Flexibility is often perceived as one of the key advantages of international arbitration over litigation, potentially providing a speedier and cheaper dispute resolution process. The expenses parties incur in preparing for arbitration and then presenting their case make up the lion’s share of arbitration costs. Therefore, solutions to managing time and costs in arbitration should address these aspects of the arbitration process. This article provides cost-saving suggestions that revolve around three ideas: empower the parties to negotiate or mediate, give the arbitrators the power to proactively manage the arbitration, and, when a dispute arises, act early to assess the case. Some of these suggestions, perhaps more than one might think, may apply to arbitrations where the parties intend to leave no stone unturned in “bet-the-company” and other high-stakes disputes.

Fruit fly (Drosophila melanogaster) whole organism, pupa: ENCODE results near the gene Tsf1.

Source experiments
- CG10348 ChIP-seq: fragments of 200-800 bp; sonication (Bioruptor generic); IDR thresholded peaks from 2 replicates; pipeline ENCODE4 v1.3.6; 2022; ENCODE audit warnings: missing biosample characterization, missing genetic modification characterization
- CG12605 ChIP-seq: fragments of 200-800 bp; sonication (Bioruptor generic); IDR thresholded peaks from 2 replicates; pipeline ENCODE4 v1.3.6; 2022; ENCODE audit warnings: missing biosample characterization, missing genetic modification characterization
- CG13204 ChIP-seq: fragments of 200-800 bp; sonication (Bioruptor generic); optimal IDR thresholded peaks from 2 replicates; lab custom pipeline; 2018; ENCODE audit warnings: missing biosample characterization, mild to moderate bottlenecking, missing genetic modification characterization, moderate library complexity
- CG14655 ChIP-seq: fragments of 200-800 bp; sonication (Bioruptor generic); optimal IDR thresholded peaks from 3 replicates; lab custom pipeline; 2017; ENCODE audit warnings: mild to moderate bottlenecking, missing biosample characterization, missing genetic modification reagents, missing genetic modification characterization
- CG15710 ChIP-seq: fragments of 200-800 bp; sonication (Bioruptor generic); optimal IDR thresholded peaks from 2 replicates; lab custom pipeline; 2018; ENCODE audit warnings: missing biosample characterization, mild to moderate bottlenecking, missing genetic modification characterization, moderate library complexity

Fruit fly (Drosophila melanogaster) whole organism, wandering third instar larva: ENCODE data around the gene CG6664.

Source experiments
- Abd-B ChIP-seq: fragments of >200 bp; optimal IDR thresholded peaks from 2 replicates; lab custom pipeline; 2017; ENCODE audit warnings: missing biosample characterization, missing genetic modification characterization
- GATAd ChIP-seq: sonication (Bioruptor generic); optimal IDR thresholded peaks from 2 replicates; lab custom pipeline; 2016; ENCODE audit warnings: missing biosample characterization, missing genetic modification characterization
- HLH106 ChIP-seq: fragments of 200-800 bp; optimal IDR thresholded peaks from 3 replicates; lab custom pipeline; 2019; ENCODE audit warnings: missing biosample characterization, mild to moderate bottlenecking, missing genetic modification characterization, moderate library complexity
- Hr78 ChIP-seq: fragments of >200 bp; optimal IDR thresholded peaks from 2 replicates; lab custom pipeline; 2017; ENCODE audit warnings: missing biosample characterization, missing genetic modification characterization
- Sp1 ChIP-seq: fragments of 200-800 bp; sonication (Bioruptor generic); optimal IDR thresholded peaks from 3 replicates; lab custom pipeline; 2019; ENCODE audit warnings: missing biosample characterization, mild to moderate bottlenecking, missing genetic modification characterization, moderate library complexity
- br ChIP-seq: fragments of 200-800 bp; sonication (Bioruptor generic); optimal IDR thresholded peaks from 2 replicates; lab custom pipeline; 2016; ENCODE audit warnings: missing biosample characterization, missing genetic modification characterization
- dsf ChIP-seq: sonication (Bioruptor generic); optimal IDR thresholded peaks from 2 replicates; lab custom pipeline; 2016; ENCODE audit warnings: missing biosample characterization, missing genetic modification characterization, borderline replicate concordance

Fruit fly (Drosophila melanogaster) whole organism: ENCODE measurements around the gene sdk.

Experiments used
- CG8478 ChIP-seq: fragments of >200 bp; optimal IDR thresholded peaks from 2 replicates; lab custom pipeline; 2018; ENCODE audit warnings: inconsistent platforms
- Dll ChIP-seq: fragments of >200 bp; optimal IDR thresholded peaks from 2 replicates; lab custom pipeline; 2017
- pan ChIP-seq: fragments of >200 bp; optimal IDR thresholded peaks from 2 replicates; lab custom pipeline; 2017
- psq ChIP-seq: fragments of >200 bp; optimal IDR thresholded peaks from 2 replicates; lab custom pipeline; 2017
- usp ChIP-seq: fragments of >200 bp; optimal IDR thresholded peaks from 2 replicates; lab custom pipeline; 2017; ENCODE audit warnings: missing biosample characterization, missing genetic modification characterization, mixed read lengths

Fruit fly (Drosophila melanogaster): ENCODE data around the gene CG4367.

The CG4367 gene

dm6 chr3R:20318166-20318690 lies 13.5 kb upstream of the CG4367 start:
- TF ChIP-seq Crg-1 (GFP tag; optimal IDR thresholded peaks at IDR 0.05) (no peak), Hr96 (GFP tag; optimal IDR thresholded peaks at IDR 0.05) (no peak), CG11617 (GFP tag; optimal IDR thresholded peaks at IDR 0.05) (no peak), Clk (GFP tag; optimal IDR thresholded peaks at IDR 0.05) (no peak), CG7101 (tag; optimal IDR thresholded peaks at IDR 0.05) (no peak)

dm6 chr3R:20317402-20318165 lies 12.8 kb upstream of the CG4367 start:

I. Cost-Saving Drafting Tips
Arbitration agreements can be drafted to achieve time and cost-saving goals. It makes sense to think about this before disputes arise and the parties’ positions become hardened.
A. Provide for Executive Negotiations and Mediation
One option that can be considered is providing for the possibility (if not the necessity) of negotiations between senior executives familiar with the issues to discuss a resolution of the dispute.